Dana Andrews and Anne Baxter in The North Star (1943)



(director: Lewis Milestone; screenwriter: from the story by Lillian Hellman/Lillian Hellman; cinematographer: James Wong Howe; editor: Daniel Mandell; music: Aaron Copland; cast: Anne Baxter (Marina Pavlova), Dana Andrews (Kolya Simonov), Walter Huston (Dr. Pavel Grigorich Kurin), Walter Brennan (Karp), Ann Harding (Sophia Pavlova), Jane Withers (Clavdia Kurina), Farley Granger (Damian Simonov), Erich von Stroheim (Dr. von Harden), Dean Jagger (Rodion Pavlov), Eric Roberts (Grisha Kurin), Carl Benton Reid (Boris Stepanich Simonov), Ann Carter (Olga Pavlova), Esther Dale (Anna), Ruth Nelson (Nadya Simonova); Runtime: 106; MPAA Rating: NR; producer: Samuel Goldwyn; RKO; 1943)

Reviewed by Dennis Schwartz

FDR suggested the studio make a film showing our WWII ally Russia in a good light to support their effort against the Nazis, and Samuel Goldwyn took his strong suggestion to heart making a pro-commie film (Roosevelt’s son James was then president of the Goldwyn studio). Goldwyn, according to playwright Lillian Hellman, turned her earnest script, based on her book, into junk, something she deeply resented. During the McCarthy witch-hunts of the 1950s, Goldwyn and almost everyone who worked on the commie homage film found themselves haunted by the demagogue for their participation and the studio caved in to pressure and in 1957 recut it to 82 minutes for American television (the filmmakers were called before the House Un-American Activities Committee to explain why they madethe film).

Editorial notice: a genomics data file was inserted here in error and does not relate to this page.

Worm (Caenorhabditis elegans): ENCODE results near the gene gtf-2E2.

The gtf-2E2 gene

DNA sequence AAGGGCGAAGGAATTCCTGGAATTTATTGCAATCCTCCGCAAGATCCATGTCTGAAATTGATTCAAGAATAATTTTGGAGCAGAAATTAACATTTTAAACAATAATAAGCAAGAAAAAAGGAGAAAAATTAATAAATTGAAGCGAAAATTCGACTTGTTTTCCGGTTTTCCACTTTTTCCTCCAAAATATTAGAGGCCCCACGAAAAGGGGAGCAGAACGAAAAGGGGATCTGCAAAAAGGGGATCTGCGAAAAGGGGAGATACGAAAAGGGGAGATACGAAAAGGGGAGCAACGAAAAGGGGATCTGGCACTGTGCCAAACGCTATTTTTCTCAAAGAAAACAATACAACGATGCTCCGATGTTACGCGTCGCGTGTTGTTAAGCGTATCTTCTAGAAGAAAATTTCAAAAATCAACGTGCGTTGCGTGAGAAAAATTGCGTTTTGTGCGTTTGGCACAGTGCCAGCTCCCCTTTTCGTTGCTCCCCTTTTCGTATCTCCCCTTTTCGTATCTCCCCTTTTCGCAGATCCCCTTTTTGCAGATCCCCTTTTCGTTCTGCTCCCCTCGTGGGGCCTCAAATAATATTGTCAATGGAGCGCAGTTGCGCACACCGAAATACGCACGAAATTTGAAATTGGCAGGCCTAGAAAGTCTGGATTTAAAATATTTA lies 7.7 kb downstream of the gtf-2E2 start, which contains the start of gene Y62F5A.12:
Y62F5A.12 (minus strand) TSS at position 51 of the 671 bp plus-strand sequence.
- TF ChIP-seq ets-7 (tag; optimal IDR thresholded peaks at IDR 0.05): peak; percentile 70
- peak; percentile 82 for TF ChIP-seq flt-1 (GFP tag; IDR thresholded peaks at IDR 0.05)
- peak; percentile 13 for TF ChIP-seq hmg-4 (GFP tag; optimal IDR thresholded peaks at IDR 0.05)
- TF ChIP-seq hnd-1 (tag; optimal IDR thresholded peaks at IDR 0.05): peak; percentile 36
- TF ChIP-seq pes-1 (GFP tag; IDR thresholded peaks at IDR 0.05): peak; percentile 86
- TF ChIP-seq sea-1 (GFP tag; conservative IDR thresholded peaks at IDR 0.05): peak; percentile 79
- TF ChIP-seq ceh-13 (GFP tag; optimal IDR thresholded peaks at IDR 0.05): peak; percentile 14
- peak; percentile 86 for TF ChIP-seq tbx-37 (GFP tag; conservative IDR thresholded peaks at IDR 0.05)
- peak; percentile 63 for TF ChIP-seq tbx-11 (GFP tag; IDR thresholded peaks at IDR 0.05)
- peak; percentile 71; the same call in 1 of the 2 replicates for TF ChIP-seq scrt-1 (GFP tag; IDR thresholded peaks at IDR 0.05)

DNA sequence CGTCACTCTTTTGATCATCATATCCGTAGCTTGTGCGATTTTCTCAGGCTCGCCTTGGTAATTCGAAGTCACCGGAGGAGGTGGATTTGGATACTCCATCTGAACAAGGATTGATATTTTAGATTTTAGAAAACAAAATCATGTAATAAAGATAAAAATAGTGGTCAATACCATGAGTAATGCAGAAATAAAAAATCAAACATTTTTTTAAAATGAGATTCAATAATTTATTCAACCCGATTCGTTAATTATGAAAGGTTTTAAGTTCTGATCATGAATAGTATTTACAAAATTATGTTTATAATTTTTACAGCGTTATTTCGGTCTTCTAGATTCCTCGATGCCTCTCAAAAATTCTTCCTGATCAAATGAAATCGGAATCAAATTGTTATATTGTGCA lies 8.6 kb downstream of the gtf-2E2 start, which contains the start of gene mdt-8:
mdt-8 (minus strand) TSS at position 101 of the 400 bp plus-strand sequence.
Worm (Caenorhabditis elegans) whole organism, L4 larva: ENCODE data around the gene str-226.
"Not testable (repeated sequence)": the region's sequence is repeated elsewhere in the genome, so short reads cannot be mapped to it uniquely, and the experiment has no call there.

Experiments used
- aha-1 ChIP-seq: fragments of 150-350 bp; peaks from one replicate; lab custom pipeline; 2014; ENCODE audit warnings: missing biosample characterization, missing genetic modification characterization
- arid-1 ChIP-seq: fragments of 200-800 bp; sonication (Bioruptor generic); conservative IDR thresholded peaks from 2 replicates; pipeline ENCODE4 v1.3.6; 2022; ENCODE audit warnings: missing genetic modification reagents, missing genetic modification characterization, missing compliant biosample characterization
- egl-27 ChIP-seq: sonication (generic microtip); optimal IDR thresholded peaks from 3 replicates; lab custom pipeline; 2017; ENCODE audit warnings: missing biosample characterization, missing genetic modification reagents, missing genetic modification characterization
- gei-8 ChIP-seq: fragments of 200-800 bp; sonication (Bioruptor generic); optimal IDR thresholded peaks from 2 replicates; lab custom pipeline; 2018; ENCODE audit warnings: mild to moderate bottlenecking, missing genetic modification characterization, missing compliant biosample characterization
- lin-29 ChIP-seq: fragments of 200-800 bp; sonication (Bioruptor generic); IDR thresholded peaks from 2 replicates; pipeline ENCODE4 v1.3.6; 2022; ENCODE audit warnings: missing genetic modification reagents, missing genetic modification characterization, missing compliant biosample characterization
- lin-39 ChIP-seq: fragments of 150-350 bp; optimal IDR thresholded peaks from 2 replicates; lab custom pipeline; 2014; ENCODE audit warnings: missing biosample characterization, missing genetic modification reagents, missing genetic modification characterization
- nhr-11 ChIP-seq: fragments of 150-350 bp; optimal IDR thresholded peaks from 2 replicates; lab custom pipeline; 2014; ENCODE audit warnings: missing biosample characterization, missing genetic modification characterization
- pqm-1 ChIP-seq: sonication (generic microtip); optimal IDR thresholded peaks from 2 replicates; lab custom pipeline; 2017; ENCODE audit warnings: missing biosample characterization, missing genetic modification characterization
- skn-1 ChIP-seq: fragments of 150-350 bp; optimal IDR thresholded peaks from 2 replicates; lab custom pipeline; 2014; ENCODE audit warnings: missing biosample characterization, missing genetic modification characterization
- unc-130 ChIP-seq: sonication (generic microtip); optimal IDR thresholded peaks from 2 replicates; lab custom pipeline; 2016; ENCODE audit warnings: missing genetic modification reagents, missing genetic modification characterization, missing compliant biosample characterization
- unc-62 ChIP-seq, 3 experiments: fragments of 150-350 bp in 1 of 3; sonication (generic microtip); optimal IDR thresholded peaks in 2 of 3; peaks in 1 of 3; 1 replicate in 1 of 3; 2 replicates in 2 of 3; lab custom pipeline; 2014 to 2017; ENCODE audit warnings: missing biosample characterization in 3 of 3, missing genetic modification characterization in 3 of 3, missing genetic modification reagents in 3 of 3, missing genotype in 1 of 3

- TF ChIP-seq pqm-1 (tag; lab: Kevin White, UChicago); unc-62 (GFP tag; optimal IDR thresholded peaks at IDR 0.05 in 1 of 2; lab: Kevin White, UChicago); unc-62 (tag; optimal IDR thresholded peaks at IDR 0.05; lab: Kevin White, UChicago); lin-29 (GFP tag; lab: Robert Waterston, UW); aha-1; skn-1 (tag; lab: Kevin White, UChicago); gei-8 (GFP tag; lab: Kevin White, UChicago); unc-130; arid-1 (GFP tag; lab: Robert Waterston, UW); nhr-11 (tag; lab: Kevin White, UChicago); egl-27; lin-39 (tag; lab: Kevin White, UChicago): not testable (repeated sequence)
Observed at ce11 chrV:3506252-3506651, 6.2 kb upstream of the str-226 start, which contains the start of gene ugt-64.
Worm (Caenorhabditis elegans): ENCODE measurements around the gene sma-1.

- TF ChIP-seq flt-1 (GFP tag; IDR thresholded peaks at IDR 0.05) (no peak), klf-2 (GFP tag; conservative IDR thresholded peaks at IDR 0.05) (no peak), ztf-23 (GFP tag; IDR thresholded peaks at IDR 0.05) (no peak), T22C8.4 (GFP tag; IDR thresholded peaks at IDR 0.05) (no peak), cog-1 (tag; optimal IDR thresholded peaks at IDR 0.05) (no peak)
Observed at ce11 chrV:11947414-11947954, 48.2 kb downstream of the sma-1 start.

Lewis Milestone (“All Quiet on the Western Front”/”The Front Page”/”Rain”) directed this ill-fated project, and kept it hokey. The Soviet propaganda is false, the dialogue is stilted and the Russian steppes seems more like fairyland than Russia. Americans playing Russian peasants in costume, shouldn’t be able to convince even the most gullible viewer they are Russians. Can you imagine Walter Huston and Walter Brennan as Russkies?

Kolya (Dana Andrews), Dr. Kurin (Walter Huston), Damian (Farley Granger, film debut), and Marina (Anne Baxter) are cheerful members of a utopian farming collective in the Ukraine known as the North Star. When the Nazis invade by air and armor the peaceful village, we follow the heroic activities of the villagers to repel the Nazis as some take to the hills as guerrilla fighters.

The Hearst newspapers ran headlines saying ‘UNADULTERATED SOVIET PROPAGANDA.’ There were many positive reviews from papers like the NY Times, but the film had too many dull spots, preachy propaganda and unreal moments to be that entertaining. It should be noted that there were some good performances: such as by Erich von Stroheim’s colonel doctor role as the evil Nazi leader of the occupied North Star village, who by force takes blood from the children of the North Star for transfusions for wounded Soviet soldiers; Huston as the village leader and humanitarian doctor; and Walter Brennan as the pig farmer who turns freedom fighter.